Craig Venter Is Now God & How That Affects Climate Change

The father of genomics and the founder of synthetic biology startup Synthetic Genomics, Craig Venter, is now officially god. Well, he and a team of researchers at the J Craig Venter institute have successfully created the first synthetic bacterial cell. While the team has been working on this for years, this is the final step in the process that has created the first cell in the world to be controlled completely by a synthetic genome.

Yes, folks, that means it’s the first artificial life form. Here’s how it works: The researchers built a synthetic chromosome and inserted it into a living bacterial cell, where it — for the first time and published in the journal Science today — took over the cell and became a new life form. The researchers had been able to create the synthetic chromosome since 2008, but hadn’t been able to activate it in the cell, until now.

Steve Jurvetson, managing director of Draper Fisher Jurvetson, which is an investor in Venter’s Synthetic Genomics, talked about this process and how the startup has been using IT to help create artificial life at our Green:Net conference (see video clip here). Frickin’ crazy stuff.

Venter has spent the last 15 years on genome sequencing and as he said at a talk I saw him give back in 2007, he’s been trying to “bring biology into a digital world.” He previously jump-started the race between the government and his company Celera to produce the first full transcription of a human genome. He then sequenced his own genome and wrote a memoir about it.

No doubt the media will be exploding shortly (the press conference just ended) on the biological, ethical and legal implications of this work. So for now I’ll just stick to how this breakthrough could effect climate change.

Synthetic Genomics was founded back in 2005 to commercialize Venter’s work, and has been focusing on a variety of applications for its genetic technology, including creating algae-based biofuel. Synthetic Genomics has raised money from investors including venture capital firm Draper Fisher Jurvetson and oil giants BP and Exxon Mobil.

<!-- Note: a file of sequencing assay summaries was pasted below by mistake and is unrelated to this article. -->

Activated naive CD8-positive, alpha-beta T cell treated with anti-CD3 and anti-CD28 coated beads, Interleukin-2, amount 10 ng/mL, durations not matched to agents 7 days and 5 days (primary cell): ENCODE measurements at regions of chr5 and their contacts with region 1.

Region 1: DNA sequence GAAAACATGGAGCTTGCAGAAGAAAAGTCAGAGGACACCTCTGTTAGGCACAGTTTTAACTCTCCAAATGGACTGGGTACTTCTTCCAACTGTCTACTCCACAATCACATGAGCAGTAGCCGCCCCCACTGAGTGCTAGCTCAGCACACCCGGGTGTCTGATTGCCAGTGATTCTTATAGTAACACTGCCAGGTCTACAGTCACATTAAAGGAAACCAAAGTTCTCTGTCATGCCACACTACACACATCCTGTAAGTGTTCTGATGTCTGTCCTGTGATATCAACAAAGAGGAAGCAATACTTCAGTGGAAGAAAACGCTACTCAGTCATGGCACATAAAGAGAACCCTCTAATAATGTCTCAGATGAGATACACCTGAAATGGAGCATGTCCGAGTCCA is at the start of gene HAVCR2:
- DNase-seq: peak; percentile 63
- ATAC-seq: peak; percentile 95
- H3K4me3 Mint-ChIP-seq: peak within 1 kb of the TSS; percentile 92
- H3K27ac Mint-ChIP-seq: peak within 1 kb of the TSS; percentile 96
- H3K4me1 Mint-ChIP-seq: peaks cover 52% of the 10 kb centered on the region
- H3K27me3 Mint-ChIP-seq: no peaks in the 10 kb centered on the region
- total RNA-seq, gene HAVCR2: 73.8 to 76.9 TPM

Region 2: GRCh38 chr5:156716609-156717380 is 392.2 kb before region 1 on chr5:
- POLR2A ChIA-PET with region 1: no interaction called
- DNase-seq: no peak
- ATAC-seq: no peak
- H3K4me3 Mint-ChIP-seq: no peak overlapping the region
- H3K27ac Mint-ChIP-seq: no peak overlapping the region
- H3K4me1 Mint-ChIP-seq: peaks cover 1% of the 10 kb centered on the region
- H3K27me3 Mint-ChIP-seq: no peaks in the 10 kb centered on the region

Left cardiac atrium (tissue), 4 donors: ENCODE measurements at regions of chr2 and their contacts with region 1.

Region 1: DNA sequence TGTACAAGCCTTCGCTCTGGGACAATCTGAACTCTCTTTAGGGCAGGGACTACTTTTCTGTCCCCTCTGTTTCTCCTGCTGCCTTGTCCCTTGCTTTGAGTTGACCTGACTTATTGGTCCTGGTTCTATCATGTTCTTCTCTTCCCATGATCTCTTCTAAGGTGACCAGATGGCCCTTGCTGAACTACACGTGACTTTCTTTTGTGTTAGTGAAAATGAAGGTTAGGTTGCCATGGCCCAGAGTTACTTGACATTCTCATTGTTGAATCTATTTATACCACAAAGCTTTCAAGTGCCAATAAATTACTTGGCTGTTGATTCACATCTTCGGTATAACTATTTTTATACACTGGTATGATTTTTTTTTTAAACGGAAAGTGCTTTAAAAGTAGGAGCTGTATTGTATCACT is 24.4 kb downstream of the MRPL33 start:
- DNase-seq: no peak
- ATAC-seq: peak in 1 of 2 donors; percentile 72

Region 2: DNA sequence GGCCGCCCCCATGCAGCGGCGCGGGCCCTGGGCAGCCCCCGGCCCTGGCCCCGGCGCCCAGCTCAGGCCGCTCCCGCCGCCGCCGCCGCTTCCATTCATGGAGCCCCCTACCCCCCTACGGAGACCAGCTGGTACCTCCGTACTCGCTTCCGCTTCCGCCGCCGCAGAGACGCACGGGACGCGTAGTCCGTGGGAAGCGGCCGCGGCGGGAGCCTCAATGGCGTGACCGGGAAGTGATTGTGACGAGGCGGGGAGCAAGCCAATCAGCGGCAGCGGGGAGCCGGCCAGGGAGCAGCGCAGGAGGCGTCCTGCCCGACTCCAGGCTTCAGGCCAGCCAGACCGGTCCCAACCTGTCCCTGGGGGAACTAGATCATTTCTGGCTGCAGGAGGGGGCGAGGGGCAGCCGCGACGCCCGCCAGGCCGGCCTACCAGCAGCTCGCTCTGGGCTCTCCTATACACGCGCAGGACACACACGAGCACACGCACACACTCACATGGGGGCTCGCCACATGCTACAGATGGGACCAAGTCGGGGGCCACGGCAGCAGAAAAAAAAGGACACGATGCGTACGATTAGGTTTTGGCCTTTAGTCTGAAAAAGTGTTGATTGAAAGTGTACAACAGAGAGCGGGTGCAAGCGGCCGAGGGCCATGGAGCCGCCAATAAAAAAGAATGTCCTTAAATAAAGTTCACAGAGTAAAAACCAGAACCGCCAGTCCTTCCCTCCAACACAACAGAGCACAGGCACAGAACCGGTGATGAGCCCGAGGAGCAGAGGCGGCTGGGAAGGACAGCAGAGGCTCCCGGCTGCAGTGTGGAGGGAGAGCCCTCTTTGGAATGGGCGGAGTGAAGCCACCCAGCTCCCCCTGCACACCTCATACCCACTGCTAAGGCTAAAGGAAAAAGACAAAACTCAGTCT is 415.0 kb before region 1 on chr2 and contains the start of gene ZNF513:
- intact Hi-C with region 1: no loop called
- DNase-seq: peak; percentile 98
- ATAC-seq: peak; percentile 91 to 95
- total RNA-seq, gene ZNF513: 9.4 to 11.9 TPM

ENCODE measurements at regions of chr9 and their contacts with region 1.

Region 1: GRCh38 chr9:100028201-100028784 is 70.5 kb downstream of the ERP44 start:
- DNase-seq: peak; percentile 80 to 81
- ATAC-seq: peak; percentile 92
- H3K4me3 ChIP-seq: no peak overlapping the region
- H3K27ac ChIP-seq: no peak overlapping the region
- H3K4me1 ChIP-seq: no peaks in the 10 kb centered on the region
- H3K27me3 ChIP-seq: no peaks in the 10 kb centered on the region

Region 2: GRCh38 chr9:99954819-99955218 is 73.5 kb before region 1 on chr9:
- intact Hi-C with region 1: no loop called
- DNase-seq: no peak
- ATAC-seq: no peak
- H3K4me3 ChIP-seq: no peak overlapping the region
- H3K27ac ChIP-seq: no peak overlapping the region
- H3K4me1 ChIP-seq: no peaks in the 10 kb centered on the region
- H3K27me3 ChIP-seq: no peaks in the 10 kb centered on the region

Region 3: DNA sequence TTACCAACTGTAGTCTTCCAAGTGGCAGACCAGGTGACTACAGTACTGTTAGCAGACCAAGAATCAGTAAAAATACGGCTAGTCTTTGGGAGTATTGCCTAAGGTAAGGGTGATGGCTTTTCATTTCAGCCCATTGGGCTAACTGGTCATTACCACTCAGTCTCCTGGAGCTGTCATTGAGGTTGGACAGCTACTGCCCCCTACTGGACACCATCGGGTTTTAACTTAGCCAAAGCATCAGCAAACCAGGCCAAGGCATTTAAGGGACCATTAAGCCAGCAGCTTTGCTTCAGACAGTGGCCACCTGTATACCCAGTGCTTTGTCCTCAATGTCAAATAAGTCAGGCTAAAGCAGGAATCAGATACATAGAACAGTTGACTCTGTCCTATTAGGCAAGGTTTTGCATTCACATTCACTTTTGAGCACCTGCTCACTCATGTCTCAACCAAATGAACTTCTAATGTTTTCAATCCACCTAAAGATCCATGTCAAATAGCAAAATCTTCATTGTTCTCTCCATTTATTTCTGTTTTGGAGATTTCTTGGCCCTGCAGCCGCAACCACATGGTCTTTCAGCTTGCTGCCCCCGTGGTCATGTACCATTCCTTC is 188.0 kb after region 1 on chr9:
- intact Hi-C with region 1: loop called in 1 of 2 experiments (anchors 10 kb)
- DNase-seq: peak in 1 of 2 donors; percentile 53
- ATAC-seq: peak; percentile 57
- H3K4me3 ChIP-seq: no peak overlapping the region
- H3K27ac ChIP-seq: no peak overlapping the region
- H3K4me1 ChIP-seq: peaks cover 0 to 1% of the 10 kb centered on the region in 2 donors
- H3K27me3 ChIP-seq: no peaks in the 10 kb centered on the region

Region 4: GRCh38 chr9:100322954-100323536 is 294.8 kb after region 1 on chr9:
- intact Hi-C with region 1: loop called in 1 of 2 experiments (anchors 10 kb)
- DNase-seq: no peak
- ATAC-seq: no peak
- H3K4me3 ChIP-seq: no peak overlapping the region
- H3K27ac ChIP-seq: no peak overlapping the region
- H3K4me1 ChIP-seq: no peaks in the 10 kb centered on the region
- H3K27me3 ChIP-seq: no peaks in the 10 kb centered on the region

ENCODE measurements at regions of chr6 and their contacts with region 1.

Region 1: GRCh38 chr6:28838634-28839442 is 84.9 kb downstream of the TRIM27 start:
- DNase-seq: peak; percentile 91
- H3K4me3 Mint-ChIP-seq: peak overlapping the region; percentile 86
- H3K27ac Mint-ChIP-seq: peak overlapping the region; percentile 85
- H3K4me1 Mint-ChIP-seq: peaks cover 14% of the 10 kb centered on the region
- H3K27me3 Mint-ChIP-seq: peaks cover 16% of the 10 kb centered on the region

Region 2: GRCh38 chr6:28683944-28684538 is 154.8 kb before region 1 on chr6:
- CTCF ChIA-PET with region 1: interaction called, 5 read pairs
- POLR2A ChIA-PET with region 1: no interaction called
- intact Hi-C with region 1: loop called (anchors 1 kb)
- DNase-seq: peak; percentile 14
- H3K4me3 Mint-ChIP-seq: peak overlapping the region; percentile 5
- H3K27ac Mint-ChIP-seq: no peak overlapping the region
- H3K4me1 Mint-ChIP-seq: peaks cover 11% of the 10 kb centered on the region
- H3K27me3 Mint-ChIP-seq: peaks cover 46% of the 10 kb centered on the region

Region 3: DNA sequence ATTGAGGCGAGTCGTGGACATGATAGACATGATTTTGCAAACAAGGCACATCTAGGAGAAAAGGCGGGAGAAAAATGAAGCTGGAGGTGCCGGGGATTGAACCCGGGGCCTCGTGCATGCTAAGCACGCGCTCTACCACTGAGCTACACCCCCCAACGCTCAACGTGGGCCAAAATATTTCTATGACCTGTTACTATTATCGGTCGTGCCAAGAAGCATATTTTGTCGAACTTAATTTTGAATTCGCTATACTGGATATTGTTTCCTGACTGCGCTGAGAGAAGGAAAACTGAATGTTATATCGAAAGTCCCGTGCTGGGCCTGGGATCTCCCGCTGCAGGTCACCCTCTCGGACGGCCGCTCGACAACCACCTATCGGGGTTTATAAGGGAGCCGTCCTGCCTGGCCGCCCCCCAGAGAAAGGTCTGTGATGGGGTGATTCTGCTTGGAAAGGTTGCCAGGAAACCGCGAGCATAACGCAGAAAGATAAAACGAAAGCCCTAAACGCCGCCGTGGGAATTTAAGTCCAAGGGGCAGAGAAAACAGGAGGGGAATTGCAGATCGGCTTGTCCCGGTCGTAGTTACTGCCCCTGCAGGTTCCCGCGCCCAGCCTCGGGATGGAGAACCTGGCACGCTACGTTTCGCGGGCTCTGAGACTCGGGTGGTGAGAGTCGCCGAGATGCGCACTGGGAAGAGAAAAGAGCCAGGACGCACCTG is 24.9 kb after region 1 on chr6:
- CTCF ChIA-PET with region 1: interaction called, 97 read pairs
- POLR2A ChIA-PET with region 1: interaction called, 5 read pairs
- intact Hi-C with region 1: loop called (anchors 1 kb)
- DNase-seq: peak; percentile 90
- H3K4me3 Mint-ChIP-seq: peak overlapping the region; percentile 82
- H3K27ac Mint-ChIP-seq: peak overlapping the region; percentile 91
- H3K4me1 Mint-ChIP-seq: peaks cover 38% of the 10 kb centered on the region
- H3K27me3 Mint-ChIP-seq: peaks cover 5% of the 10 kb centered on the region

Dr. Ari Patrinos, president of Venter’s bioenergy startup Synthetic Genomics, explained to me back in 2007 that a synthetic life form could be uniquely suited to help fight climate change and aid in uncovering new energy sources. The idea is that a designer organism can be developed to only perform certain tasks, like converting sugar to ethanol, which would result in a very efficient process. Natural microbes have other life priorities, like replication, Patrinos said back then, but a synthetic organism can be created to just perform one function only.

So Synthetic Genomics could theoretically create an algae strain that could be the most efficient in the world at consuming CO2 and also at being used as a transportation fuel. Synthetic Genomics CFO Chuck McBride told me about two years ago that the startup could possibly be able to deliver a biofuel that turns carbon dioxide into octane in as little as 18 months, so Synthetic Genomics commercial biofuel could be getting pretty close to actual production. Venter said last year that the startup had successfully engineered algae to secrete hydrocarbons similar to “intermediary strains in a [oil] refinery.”

A year ago ExxonMobil said it had plans to invest more than $600 million in a new photosynthetic algae biofuels program with Venter, including more than $300 million for Synthetic Genomics itself. The idea behind the R&D program with Exxon, which will be based in a greenhouse facility in San Diego, Calif., is to collect and test thousands of strains of algae to find the most efficient and economical strains for production of transportation fuels. While Venter’s team will focus primarily on microengineering, Exxon will help with the macroengineering for production systems and integration needed for commercialization.

As Venter is well aware — and has repeatedly stated — the major hurdle for his algae fuel project will be scale. If algae fuel companies can’t generate billions of gallons of fuel, then they are “just playing” and “wasting investors money,” he said at the Fortune Brainstorm Green conference earlier this year.

While at one point Venter had a habit of saying he would overturn the oil industry, his startup needs the oil companies to help reach those sheer massive scaling needs.

But clearly he’s gotten the oil partners to sign on, and with this breakthrough announcement today, the oil firms are probably pretty glad they got on board. Other companies that are trying to deliver algae fuel for transportation include Sapphire Energy, Solazyme and Aurora Biofuels (here’s 15 Algae Startups Bringing Pond Scum to Fuel Tanks).

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